Inverter for home is useful for generating a high AC voltage from storage batteries.
It's most often used in the solar power energy environment where sunshine is stored in two or twelve volt DC batteries.
When the source of electricity from the utility is unreliable then an inverter for home is very useful as a backup, whether the batteries are charged from PV panels on the roof, or from a petrol generator, or from the mains utility.
They are heavy devices and are usually firmly bolted to the wall or, in the case of our very large 10kW inverter, remain on the floor.
Fashionable in some homes and businesses is a small inverter and batteries on a trolley that can be wheeled about to where it's needed when the utility is load shedding, or a tornado has brought down the power lines.
Or, as is happening regularly in South Africa, cable thieves have stolen wires for scrap copper.
Inverter for home is best turned off at night as it drains your stored energy, says Bernard Preston.
As with all electrical devices, always purchase a device with a capability that exceeds your needs. It makes no sense to purchase a 1kW inverter for your home if you are regularly going to be drawing 950W. It simply like the proverbial candle won't last the night.
As a rule of thumb I try never to exceed 80% of its declared capability.
"There is hardly anything in the world that
some man cannot make a little worse and sell a little cheaper, and the
people who consider price only are this man's lawful prey."
Purchase only a renowned make. Choosing the cheapest inverter for your home is a recipe for disaster. This is certainly true if you are regularly stressing the device near its maximum.
We are fortunate in South Africa having a local company that makes extremely good business and home inverters, and MPPTs for the solar industry.
Our inverter will energise the electric oven, the bread machine, the coffee maker and all my carpentry tools including the thicknesser. I don't use the welder though, but I suspect it wouldn't be a problem.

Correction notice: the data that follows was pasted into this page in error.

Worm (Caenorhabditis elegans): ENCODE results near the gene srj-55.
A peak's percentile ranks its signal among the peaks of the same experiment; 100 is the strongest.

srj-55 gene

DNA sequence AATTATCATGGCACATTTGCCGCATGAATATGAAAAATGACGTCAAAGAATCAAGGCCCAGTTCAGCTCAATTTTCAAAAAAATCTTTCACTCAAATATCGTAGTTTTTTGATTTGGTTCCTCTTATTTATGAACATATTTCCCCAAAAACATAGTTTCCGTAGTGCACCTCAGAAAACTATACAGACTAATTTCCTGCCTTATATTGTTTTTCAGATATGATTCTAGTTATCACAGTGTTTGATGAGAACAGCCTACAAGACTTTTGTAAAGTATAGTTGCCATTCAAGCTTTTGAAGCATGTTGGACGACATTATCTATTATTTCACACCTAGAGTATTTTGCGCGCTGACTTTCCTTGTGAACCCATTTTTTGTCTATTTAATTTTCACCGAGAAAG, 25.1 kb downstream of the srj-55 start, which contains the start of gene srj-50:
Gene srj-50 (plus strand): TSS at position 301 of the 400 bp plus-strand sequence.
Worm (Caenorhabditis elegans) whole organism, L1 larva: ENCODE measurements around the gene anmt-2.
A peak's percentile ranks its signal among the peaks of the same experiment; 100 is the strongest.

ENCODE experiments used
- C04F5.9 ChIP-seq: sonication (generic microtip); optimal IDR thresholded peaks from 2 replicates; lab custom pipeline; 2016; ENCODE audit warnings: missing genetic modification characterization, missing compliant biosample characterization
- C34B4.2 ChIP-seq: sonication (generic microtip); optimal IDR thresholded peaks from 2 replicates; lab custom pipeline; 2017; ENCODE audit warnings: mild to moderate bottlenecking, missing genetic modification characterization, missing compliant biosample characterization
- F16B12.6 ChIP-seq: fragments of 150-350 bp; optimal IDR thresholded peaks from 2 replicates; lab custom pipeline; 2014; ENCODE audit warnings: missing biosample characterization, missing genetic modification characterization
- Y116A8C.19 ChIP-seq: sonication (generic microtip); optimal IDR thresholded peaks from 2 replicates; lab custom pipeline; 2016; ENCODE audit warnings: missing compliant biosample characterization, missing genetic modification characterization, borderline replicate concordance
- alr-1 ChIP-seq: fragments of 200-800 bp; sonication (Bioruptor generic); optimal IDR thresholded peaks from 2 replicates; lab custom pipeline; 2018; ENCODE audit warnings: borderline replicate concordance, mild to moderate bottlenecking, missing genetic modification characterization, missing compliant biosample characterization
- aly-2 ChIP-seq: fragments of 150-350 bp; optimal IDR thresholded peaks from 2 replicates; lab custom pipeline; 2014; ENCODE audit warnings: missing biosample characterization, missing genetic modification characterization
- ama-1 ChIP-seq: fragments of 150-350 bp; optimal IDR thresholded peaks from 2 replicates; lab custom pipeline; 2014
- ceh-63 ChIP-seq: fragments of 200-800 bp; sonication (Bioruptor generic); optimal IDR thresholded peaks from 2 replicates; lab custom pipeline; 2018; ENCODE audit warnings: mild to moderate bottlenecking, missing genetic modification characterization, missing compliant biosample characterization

Every home, whether you're a greenie or not, should have an induction stove though; they are gems, and not expensive, and your inverter loves it for cooking; they draw much less current.
Switch off your inverter for home every night. Simply keeping the core activated draws current from the batteries, as will the cooling fan which comes on periodically whether you are using power or not.
Your batteries are probably the most expensive part of your solar generator; caring for them is an important facet of the maintenance of the system.
I try not to drain my batteries ever below 80% which is why after five years they are still perfect. Switching off the inverter for home at night, and drawing a small amount of electricity from the utility for your flood lights prolongs their life.
It means turning off the pool pump too when using the oven or dishwasher, and not using any of these devices on a cloudy day, charged by the inverter for your home; rather use mains power during inclement weather.
As a rule of thumb, if the PV panels are providing say 2kW at any one moment, try not to exceed that using your home inverter for any length of time.
It means either having sophisticated switching gear that will do it automatically, or you have to keep an eye on the sky.
A battery can only be drained a fixed number of times; on every occasion you exceed that, you lose a day of its life; a cheapo will only do a few hundred cycles, but top of the range will run into tens of thousands if you look after them.
Solar power energy may be free, but the equipment to collect, store and use that electricity is costly. Not exceeding inverter for home's capabilities is an important part of the discipline of being a greenie, or even if you are just doing it to have power when the utility is load shedding.
"Many of the first installations of "green energy" alternatives in corporate SA were driven by environmental or social considerations, but uncertainty of supply and rapidly rising tariffs have made off-grid solutions more appealing than ever before."
Bronwyn Nortje, BD Live analyst.